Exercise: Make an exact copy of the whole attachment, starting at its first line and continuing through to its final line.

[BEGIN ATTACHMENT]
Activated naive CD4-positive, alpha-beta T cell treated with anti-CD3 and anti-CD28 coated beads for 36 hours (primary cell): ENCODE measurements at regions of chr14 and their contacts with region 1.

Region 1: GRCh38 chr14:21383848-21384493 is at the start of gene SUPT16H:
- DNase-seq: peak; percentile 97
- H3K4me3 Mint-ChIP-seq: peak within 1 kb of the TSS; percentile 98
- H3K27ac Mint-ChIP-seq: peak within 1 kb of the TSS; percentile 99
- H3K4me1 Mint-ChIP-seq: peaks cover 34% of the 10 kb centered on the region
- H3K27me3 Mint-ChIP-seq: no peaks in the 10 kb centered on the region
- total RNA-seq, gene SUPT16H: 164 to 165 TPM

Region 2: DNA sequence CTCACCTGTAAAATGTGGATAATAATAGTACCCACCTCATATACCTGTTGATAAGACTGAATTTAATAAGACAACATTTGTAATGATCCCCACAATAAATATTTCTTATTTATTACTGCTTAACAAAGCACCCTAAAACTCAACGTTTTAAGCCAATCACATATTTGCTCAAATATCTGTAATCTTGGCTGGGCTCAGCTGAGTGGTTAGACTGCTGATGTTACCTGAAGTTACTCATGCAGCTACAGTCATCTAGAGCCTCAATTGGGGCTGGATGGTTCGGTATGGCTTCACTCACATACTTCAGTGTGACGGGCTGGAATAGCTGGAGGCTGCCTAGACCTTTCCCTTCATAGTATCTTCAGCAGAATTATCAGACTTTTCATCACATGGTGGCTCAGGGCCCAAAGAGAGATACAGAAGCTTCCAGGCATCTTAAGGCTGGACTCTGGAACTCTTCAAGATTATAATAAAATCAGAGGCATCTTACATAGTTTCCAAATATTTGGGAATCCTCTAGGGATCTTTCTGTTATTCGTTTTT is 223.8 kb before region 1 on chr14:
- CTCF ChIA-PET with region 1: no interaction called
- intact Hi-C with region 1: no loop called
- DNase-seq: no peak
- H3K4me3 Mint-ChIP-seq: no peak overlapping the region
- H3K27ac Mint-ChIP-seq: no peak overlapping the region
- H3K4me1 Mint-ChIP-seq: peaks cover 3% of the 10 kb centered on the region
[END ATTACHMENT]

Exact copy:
Activated naive CD4-positive, alpha-beta T cell treated with anti-CD3 and anti-CD28 coated beads for 36 hours (primary cell): ENCODE measurements at regions of chr14 and their contacts with region 1.

Region 1: GRCh38 chr14:21383848-21384493 is at the start of gene SUPT16H:
- DNase-seq: peak; percentile 97
- H3K4me3 Mint-ChIP-seq: peak within 1 kb of the TSS; percentile 98
- H3K27ac Mint-ChIP-seq: peak within 1 kb of the TSS; percentile 99
- H3K4me1 Mint-ChIP-seq: peaks cover 34% of the 10 kb centered on the region
- H3K27me3 Mint-ChIP-seq: no peaks in the 10 kb centered on the region
- total RNA-seq, gene SUPT16H: 164 to 165 TPM

Region 2: DNA sequence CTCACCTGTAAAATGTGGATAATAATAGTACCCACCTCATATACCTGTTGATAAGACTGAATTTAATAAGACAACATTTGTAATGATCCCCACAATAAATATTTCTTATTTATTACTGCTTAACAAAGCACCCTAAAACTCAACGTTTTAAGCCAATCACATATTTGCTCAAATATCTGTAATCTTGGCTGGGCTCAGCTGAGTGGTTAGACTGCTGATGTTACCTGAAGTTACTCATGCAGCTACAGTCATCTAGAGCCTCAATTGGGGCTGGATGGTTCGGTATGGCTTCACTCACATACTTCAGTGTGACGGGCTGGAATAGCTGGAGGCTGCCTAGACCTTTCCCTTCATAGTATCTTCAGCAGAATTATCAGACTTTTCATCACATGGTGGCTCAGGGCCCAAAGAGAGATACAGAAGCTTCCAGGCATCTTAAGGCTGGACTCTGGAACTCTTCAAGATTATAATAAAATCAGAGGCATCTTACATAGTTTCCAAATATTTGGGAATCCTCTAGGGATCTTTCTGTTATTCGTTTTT is 223.8 kb before region 1 on chr14:
- CTCF ChIA-PET with region 1: no interaction called
- intact Hi-C with region 1: no loop called
- DNase-seq: no peak
- H3K4me3 Mint-ChIP-seq: no peak overlapping the region
- H3K27ac Mint-ChIP-seq: no peak overlapping the region
- H3K4me1 Mint-ChIP-seq: peaks cover 3% of the 10 kb centered on the region